We can probably all agree that debt sucks. Debt is a financial pit we should escape and avoid. But often we don’t realize this until it’s too late and we’re already ensnared by its grasp.
When we find ourselves struggling with multiple high rate credit cards, car loans, and medical bills it’s easy to think that debt consolidation is the answer. But is that really the case?
How does Debt Consolidation work?
Debt Consolidation is just what it sounds like. It’s consolidating multiple individual debts into a single combined loan. Instead of several monthly payments to multiple lenders, you now have one combined payment for all the consolidated debt.
Credit card balance transfers or Personal loans from a bank are primary examples.
Is Debt Consolidation a good idea?
In theory a Debt Consolidation makes sense. There’s a synergy to focusing on a single loan and often the new loan will carry a lower interest rate. But does debt consolidation work?
In practice it works about as well as you do. You see, personal finance is not always about the math. If it were just about the math, you probably would not be in debt in the first place. Instead, personal finance is about self-control and delayed gratification. It’s about not making purchases until you can afford them.
The discomfort you feel as a result of so many little debts is actually good. It gets your attention and pushes you to take action. The key is taking the most appropriate action. Doubling down on your payments, prioritizing debt smallest to largest, following a budget are all profound steps that come about through changes in your behavior.
On the other hand, a debt consolidation loan probably does more to self-medicate the pain than treat the underlying issue.
I recall several years ago getting a debt consolidation loan. Again, on paper the benefit was obvious. I consolidated most of my debt into a single loan with a lower interest rate and lower monthly payment. And that’s the only thing that changed. My spending patterns did not change, rather I felt empowered to continue my spending for two dumb reasons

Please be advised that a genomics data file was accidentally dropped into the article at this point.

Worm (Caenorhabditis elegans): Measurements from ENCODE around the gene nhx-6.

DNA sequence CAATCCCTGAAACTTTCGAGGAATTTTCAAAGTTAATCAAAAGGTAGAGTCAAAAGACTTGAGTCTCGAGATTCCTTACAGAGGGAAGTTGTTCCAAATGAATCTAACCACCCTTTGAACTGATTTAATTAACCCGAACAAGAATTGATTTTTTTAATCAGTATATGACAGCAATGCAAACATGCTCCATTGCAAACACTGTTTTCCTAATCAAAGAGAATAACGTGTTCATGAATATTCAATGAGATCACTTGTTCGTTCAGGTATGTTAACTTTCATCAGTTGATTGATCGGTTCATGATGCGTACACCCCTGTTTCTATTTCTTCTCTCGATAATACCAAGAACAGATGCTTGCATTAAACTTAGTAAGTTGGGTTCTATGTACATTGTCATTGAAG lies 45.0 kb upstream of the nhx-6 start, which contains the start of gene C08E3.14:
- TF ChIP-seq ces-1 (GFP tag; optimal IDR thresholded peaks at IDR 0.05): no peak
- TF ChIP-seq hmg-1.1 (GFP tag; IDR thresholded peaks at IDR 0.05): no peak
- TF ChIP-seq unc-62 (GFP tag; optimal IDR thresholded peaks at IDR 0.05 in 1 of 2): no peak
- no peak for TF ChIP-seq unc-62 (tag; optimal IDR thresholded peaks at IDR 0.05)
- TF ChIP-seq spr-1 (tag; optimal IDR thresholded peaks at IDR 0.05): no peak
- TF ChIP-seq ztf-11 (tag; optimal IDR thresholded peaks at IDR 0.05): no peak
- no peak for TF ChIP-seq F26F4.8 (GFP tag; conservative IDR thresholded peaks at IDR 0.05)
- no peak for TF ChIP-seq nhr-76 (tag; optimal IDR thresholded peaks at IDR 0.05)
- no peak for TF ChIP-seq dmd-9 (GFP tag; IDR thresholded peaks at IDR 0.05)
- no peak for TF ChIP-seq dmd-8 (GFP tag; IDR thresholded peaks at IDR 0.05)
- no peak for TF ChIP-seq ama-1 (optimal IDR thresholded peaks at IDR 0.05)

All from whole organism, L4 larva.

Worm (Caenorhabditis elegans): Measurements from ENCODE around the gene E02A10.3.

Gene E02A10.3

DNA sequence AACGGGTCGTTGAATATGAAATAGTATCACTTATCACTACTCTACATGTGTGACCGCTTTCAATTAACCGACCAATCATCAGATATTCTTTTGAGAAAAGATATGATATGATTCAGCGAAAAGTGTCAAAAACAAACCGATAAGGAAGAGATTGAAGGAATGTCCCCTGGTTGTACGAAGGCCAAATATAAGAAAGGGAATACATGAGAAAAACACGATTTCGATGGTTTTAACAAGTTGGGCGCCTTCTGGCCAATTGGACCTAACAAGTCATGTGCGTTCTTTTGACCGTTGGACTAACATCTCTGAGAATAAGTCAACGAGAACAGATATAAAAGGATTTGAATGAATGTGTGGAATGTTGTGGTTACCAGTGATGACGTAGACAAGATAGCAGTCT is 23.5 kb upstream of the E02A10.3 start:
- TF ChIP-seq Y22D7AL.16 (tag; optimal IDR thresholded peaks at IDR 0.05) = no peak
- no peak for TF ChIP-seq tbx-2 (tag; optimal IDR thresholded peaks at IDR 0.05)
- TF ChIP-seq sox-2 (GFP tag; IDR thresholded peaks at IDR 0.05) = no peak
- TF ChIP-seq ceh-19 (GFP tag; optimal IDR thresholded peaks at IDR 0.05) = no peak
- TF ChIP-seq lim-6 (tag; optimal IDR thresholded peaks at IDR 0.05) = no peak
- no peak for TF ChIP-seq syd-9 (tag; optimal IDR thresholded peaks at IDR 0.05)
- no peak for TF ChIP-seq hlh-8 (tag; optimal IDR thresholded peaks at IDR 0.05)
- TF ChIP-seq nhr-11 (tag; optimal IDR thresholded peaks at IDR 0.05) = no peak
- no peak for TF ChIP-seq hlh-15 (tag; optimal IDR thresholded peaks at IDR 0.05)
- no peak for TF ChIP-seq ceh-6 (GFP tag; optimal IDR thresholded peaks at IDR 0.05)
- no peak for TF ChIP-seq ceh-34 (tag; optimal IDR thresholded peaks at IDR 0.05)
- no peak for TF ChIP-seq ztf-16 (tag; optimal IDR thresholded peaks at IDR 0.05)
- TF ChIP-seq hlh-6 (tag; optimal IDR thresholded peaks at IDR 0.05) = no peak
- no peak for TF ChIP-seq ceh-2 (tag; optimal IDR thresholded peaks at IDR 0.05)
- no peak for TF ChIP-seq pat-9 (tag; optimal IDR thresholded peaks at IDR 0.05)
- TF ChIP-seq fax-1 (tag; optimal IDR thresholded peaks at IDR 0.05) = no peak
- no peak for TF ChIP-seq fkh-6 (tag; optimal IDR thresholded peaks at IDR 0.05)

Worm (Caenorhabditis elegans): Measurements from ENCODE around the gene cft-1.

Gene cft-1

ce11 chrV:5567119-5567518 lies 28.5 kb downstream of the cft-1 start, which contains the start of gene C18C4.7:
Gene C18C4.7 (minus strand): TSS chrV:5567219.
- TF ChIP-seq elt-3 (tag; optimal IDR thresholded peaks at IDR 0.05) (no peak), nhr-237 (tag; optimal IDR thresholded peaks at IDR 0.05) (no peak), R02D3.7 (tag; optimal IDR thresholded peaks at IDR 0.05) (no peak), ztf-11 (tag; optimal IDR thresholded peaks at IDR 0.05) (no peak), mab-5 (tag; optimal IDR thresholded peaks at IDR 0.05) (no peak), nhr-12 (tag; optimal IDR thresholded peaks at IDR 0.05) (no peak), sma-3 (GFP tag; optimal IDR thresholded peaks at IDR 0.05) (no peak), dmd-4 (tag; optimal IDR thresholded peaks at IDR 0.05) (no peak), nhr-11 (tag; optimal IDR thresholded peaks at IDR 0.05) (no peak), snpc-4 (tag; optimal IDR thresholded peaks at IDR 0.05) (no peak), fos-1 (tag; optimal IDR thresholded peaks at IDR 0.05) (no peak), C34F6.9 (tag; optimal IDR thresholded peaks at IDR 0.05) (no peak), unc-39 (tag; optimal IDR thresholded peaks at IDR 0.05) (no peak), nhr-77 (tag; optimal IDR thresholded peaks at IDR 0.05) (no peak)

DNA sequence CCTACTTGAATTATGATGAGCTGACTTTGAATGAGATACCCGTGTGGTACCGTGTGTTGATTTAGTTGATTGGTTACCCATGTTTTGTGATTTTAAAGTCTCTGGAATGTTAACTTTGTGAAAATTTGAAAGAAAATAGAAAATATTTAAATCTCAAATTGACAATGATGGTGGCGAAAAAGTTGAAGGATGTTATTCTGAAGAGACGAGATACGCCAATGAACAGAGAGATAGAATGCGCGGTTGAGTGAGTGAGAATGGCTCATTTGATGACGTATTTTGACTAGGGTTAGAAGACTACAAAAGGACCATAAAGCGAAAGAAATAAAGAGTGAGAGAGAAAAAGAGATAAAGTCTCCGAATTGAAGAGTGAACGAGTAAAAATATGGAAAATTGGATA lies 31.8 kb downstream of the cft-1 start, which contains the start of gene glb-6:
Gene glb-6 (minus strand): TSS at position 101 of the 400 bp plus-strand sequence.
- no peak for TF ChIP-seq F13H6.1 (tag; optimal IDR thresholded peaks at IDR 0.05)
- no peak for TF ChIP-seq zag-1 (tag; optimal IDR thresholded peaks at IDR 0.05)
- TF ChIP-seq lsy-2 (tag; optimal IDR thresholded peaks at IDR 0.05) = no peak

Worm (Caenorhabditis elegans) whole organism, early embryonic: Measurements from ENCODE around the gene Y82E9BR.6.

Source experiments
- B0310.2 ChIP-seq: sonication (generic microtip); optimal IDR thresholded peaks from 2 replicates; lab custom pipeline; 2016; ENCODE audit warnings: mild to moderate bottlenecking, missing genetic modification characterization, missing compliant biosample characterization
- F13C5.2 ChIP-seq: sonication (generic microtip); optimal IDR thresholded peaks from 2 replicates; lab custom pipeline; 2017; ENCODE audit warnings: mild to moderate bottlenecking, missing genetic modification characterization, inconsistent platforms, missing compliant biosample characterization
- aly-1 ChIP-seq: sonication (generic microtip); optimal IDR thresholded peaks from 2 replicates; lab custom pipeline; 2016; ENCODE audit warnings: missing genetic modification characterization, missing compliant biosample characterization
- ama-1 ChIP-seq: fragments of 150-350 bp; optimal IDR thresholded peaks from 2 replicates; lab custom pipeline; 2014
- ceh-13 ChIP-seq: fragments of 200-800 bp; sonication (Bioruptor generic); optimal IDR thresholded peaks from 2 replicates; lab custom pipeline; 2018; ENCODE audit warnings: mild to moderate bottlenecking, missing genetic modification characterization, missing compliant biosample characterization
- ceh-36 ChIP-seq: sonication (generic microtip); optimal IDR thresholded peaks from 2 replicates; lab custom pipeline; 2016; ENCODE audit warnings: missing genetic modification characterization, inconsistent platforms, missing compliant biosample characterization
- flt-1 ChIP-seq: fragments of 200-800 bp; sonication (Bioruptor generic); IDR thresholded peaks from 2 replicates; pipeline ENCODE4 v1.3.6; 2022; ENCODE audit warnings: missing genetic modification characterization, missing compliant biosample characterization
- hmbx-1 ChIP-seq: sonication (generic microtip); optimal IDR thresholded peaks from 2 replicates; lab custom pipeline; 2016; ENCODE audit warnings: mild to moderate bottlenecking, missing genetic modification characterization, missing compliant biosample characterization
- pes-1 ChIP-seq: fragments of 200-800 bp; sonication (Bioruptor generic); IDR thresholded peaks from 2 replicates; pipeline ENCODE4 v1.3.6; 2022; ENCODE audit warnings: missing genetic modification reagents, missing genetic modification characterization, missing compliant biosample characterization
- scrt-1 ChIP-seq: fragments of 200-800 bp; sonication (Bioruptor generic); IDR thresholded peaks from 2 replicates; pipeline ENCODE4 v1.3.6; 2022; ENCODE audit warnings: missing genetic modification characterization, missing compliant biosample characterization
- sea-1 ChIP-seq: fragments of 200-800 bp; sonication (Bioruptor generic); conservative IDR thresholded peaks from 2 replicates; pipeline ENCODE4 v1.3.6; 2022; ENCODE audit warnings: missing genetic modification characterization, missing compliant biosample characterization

- I believed that I had solved the problem
- I now had extra money each month as a result of the lower interest rate and monthly payments
This turned out to be pretty foolish as I found myself in an even worse position several months later.
However, that does not have to mean that Debt Consolidation is a universally bad idea. Check the name on the site and understand that for me to write a debt consolidation blog article and not universally despise debt consolidation is somewhat blasphemous so I probably have a fine line to toe because I actually find truths on both sides of the discussion.
When is Debt Consolidation a Good Idea?
There are instances in which Debt Consolidation might be a good idea. I’ll give two examples:
Debt Consolidation vs Bankruptcy – this is a no brainer. I’ve written before here and here that I believe bankruptcy to be a place you should be dragged kicking and screaming. You should be forced into bankruptcy because all other options have been exhausted. Restructuring your debt through Debt Consolidation or other Refinance vehicles are certainly options you should explore in this admittedly extreme situation.
Graduate Level, Ninja Debt Repayment – Debt consolidation should be at least the 6th step you take and only after you’ve mastered the following: Make a Budget, Prioritize your Debt, Cut your lifestyle, Live on your budget, Progress in your Debt Repayment. Once you are maximized your budget and experienced success, then perhaps you can squeeze a little more out of your debt snowball by consolidating debt and lowering interest rates. But do this only with built-in accountability through automated payment systems and budget reviews with your spouse.
In most instances, by the time you’ve experienced behavior changes, the benefits (or risks) of the Debt Consolidation are not worth the efforts. But I personally would not categorically rule it out in all cases.
Pros and Cons of Debt Consolidation
What are the Benefits of Debt Consolidation?
- Immediate Relief – consolidating your debt can provide an instant relief to a strapped budget.
- The Math is Sound – it’s true, a lower interest rate is better than a higher one, as it relates to debt. On paper this will help expedite your journey out of debt.
- Consolidated is Easier – mental clutter is removed by having only a single due date to manage and payment to make. Redundancies are removed and time saved.
What are the Cons of Debt Consolidation?
- Numbs the Pain – Paying off your debt solves the pain while consolidating it only treats the symptom.
- Not a Behavioral Change – The key to your financial future lies in changing the behaviors that led to you being in debt rather than making being in debt easier to tolerate.
- Can Lead to a Bigger Mess – learn from my experience. I ended up in a bigger mess because I treated the symptom and not the root case. I ended up with my consolidated debt payment AND a fresh batch of newer loans each eating away at my peace.
Personal Loans for Debt Consolidation
At this point, if you think Debt Consolidation is a SAFE option for you, then cruise over to my article on Peer to Peer Lending for an overview on a growing personal loan alternative that may be right for you.
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